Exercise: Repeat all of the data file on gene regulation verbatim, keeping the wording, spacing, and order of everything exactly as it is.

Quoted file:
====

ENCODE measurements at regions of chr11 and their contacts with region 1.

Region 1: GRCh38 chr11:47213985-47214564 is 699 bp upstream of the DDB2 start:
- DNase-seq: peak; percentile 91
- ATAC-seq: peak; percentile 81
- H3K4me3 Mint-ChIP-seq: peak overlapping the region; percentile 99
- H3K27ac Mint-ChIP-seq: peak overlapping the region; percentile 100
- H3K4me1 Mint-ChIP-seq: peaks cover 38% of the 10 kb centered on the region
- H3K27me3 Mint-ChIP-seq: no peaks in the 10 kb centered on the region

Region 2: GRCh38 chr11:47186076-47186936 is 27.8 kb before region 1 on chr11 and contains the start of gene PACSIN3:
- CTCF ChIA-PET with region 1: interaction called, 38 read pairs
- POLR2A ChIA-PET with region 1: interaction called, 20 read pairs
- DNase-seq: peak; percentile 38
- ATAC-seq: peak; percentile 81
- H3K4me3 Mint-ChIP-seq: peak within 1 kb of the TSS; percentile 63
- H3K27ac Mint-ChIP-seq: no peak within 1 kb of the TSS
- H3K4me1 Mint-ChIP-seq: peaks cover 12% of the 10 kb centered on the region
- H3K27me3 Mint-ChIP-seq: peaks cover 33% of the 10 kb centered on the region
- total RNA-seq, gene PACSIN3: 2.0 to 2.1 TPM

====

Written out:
ENCODE measurements at regions of chr11 and their contacts with region 1.

Region 1: GRCh38 chr11:47213985-47214564 is 699 bp upstream of the DDB2 start:
- DNase-seq: peak; percentile 91
- ATAC-seq: peak; percentile 81
- H3K4me3 Mint-ChIP-seq: peak overlapping the region; percentile 99
- H3K27ac Mint-ChIP-seq: peak overlapping the region; percentile 100
- H3K4me1 Mint-ChIP-seq: peaks cover 38% of the 10 kb centered on the region
- H3K27me3 Mint-ChIP-seq: no peaks in the 10 kb centered on the region

Region 2: GRCh38 chr11:47186076-47186936 is 27.8 kb before region 1 on chr11 and contains the start of gene PACSIN3:
- CTCF ChIA-PET with region 1: interaction called, 38 read pairs
- POLR2A ChIA-PET with region 1: interaction called, 20 read pairs
- DNase-seq: peak; percentile 38
- ATAC-seq: peak; percentile 81
- H3K4me3 Mint-ChIP-seq: peak within 1 kb of the TSS; percentile 63
- H3K27ac Mint-ChIP-seq: no peak within 1 kb of the TSS
- H3K4me1 Mint-ChIP-seq: peaks cover 12% of the 10 kb centered on the region
- H3K27me3 Mint-ChIP-seq: peaks cover 33% of the 10 kb centered on the region
- total RNA-seq, gene PACSIN3: 2.0 to 2.1 TPM